North Korea has offered to hold working-level talks with its southern neighbour at the truce village of Panmunjom on 26 November in a bid to ease tensions in the Korean peninsula. Pyongyang's Committee for the Peaceful Reunification of Korea, the body which oversees the North's relations with the South, has sent an official note to Seoul pertaining to the talks offer, the state-run Korean Central News Agency (KCNA) reported. Seoul said it was examining the proposal.

This is thought to be the first communication from the North Korean side since the earlier proposals made by Seoul in September and October. The rival Koreas formally agreed to de-escalate cross-border tensions during discussions in August. There was also a commitment to hold high-level talks at that time.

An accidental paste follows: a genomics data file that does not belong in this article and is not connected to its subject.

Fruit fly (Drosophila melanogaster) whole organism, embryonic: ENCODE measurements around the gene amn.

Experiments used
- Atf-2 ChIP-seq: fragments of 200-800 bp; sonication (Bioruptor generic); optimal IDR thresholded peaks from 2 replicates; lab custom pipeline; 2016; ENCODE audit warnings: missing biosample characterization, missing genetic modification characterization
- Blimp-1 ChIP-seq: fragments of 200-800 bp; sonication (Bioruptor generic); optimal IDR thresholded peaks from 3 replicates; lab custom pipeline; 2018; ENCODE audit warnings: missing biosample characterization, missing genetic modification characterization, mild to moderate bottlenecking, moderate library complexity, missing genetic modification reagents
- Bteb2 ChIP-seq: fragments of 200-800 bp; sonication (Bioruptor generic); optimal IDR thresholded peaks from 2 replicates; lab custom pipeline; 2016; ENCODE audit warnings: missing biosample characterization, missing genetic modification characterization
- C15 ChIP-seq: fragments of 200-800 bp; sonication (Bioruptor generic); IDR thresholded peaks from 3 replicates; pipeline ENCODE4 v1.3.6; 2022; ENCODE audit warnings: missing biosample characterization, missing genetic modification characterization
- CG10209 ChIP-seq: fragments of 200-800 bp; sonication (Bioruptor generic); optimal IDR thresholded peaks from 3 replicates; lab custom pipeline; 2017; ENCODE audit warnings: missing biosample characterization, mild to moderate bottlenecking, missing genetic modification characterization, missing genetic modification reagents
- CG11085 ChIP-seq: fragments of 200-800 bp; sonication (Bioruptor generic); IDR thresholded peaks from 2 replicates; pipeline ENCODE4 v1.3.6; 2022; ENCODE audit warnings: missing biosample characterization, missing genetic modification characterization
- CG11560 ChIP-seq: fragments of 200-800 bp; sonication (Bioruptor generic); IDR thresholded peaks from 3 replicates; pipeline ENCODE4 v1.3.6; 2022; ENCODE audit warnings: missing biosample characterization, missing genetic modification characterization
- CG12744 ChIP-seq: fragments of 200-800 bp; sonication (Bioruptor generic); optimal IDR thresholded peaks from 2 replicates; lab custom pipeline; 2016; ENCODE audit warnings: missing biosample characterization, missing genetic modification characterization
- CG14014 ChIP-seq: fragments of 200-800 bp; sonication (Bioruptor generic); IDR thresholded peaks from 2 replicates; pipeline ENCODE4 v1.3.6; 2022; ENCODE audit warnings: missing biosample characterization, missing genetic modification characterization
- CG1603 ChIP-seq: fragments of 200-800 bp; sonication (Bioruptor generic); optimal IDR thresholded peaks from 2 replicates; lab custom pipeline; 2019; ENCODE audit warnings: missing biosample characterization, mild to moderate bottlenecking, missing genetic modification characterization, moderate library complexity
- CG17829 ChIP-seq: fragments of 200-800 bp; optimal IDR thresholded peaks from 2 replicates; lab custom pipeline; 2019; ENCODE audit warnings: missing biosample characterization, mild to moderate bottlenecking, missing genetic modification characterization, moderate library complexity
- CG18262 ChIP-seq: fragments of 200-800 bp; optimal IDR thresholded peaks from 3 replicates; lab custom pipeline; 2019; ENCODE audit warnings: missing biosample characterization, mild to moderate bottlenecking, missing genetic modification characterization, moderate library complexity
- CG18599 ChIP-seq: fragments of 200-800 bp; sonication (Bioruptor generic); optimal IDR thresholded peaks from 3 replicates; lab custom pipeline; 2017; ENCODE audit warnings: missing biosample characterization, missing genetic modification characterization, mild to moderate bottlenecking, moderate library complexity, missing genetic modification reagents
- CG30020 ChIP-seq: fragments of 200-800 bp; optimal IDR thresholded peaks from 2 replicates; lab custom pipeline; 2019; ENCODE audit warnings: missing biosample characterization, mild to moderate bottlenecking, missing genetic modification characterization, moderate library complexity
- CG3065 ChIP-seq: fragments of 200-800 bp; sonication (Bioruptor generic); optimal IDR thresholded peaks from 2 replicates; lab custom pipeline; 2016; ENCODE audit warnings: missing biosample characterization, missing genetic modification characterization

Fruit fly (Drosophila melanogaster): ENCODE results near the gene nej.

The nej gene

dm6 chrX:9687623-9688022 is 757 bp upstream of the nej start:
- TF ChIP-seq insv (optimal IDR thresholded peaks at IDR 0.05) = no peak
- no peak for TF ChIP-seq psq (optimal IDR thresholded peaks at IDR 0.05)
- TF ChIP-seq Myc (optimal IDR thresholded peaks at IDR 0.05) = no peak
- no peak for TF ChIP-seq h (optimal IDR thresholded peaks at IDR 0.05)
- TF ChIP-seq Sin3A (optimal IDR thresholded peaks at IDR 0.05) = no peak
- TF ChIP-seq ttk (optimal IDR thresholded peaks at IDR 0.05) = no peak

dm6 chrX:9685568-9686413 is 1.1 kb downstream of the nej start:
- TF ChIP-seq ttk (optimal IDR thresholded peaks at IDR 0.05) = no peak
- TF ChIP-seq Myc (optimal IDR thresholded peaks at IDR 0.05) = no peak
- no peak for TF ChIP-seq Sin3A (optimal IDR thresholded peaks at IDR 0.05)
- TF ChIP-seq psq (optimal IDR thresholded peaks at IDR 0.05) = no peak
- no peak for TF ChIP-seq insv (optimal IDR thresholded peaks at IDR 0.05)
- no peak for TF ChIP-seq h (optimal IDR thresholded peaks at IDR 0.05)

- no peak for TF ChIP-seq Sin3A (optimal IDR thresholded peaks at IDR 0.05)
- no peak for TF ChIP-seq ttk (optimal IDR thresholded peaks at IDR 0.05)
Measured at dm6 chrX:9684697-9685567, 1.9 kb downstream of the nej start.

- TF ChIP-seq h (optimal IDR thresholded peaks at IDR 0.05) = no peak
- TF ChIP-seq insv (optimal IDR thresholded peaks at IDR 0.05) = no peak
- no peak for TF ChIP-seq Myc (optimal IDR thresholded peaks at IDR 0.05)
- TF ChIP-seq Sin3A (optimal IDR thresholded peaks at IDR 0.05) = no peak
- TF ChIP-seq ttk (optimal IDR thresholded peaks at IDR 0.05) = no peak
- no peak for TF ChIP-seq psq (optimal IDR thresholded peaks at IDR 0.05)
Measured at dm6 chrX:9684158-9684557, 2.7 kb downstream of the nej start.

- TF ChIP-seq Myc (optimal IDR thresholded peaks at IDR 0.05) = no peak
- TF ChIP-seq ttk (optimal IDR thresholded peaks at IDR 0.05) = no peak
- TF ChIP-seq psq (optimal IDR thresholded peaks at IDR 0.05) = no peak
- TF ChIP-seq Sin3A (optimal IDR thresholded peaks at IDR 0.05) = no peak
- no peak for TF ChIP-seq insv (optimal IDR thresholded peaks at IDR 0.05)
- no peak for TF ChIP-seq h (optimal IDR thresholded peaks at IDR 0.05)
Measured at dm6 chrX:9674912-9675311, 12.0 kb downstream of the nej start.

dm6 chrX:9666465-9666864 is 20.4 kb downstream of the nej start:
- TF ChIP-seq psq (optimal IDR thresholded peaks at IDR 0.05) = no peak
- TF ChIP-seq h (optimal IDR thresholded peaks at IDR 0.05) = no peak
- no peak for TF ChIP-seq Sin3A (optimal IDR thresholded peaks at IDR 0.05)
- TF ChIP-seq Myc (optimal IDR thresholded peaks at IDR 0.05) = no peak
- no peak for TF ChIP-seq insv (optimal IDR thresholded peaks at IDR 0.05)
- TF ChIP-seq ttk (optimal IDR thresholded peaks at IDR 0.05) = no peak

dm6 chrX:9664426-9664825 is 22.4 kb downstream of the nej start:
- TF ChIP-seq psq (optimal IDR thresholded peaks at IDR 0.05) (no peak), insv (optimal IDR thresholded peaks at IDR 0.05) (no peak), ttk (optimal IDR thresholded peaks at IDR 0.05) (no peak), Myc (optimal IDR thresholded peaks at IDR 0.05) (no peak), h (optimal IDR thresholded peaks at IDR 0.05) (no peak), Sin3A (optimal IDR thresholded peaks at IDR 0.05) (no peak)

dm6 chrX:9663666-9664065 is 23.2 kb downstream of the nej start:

"The North's offer for dialogue appears to be aimed at taking the initiative over inter-Korean affairs. Ahead of a planned party congress in May, the North seems to show that it is leading efforts to bring peace to the peninsula," Yang Moo-jin, a professor at the University of North Korean Studies, told Seoul's Yonhap news agency.

The August agreement had somewhat defused the tensions, which were running high after a landmine blast at the border. The blast, blamed on Pyongyang's forces, had maimed two South Korean soldiers. The North, however, denied any hand in the blast.